Sadly, nobody at church even noticed that they were fractals.  *sigh*

baked cookies:

 

 

jpfridy's picture
jpfridy

I have a fledgling food blog, and I've recently posted about my travails in making simple white sandwich bread from BBA.

The story has two parts:

- Part I: failure

- Part II: redemption

As I post more about bread, I'll be sure to cross-reference here.

JP

foolishpoolish's picture
foolishpoolish

Gosh it's been too long since I posted any blog entries. 

Anyone who's seen my recent posts scattered throughout the forums will know I've been having difficulties with maintaining shape in my sourdough attempts as well as getting too much sour flavour (yes there really is such a thing...at least for my tastes! :) )

Today, a breakthrough came in the form of a 100% (no sifting) whole wheat miche  - it was less sour than recent attempts, still wonderfully nutty and flavourful and retained excellent shape throughout (with plenty of oven spring as a bonus).  It came out pretty much exactly as I planned it.  I'm really pleased, of course, and must give a lot of thanks to Eric and Bill - your tireless theorizing,  testing and experimentation were invaluable.  

More important than the delicious bread which I'm currently enjoying with slivers of Gjetost (mmmm brown norwegian yumminess!) - was what I learnt about my starter (Bubbles...yes I went ahead and christened my starter!).  I'm still organising and assimilating all the information in my mind but much has to do with the feeding cycle - something I already had suspicions about before.  Also learned a lot about how to apply a different strategy to whole wheat bread - using more starter/intermediate build in the final dough to get a milder result.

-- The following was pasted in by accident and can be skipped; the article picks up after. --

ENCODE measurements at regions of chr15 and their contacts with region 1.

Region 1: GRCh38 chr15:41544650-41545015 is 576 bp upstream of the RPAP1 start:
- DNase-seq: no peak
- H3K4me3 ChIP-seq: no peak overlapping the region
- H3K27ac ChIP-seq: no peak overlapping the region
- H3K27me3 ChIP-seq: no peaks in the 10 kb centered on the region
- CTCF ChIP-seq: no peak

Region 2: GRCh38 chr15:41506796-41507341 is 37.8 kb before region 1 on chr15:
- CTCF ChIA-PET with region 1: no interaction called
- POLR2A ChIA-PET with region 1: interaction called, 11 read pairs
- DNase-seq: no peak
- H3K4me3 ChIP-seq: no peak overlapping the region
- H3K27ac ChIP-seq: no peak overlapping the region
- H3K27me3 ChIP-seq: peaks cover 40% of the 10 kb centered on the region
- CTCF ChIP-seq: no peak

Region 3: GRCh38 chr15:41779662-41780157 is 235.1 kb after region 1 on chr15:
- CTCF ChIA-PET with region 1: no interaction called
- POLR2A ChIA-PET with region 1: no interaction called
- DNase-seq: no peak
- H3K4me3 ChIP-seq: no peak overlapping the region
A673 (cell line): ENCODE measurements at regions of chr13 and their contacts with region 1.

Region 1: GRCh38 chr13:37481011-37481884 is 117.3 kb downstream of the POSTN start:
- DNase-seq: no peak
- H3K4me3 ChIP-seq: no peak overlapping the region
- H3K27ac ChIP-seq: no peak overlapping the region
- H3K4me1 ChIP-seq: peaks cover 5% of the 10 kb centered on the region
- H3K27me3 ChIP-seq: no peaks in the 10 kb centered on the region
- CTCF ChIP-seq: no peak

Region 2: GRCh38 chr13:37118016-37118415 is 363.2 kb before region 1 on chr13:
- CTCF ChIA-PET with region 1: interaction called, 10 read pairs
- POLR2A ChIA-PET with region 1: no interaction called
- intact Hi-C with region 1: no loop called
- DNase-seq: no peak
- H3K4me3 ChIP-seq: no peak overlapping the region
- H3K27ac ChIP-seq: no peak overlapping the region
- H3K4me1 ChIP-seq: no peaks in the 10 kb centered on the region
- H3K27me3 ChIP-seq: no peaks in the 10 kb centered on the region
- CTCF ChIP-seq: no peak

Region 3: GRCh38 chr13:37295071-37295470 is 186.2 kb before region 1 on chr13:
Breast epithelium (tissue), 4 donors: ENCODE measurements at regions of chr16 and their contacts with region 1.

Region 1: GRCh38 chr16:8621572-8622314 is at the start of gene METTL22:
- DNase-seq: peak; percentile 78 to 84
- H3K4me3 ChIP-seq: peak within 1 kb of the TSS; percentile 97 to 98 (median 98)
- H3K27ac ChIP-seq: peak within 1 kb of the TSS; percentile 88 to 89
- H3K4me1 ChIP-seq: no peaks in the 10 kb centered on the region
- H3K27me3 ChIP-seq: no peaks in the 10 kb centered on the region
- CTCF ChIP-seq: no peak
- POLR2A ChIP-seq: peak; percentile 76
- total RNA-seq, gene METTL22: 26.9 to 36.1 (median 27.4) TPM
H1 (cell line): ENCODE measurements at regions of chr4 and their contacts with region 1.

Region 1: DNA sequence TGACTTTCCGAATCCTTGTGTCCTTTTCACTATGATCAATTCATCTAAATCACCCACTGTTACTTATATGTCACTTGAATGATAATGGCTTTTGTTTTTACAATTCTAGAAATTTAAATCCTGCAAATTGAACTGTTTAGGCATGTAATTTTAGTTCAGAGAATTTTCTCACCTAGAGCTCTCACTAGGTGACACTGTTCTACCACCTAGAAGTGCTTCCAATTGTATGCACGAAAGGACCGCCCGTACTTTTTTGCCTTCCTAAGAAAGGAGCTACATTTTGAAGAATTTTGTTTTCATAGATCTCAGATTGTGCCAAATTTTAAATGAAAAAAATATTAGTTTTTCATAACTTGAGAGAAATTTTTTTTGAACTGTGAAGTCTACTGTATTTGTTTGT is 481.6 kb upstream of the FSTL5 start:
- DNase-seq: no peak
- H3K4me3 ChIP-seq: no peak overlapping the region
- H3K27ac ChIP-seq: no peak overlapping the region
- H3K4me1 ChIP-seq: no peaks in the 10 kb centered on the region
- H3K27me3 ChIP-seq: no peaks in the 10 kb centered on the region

Well, that's all for now.  More stuffing my face to follow....

FP

 

Yumarama's picture
Yumarama

Well, I thought I could sail on through to the actual bread making but it seems not without a slight hitch that needs some sage minds to help out.

Meet Clem.

Clem is Audrey's first child. He was made of the following:

30g Audrey stiff starter (rye)
100g spring water
100g UAP flour

Clem grew up in a warm, cozy 81F environment and is now 18 hrs old. Soon he'll be expected to get a job raising bread. But he seems decidedly reluctant. At 18 hrs, he's barely managed to increase from his original 200ml to 250 ml when we are expecting him to reach 400 within 12 to 24 hrs. Clem is quite bubbly on the surface while rather mild natured but clearly lacks ambition to reach higher goals.

Clem at 18

What shall we do about Clem? I'd really like him to move out soon.

AnnieT's picture
AnnieT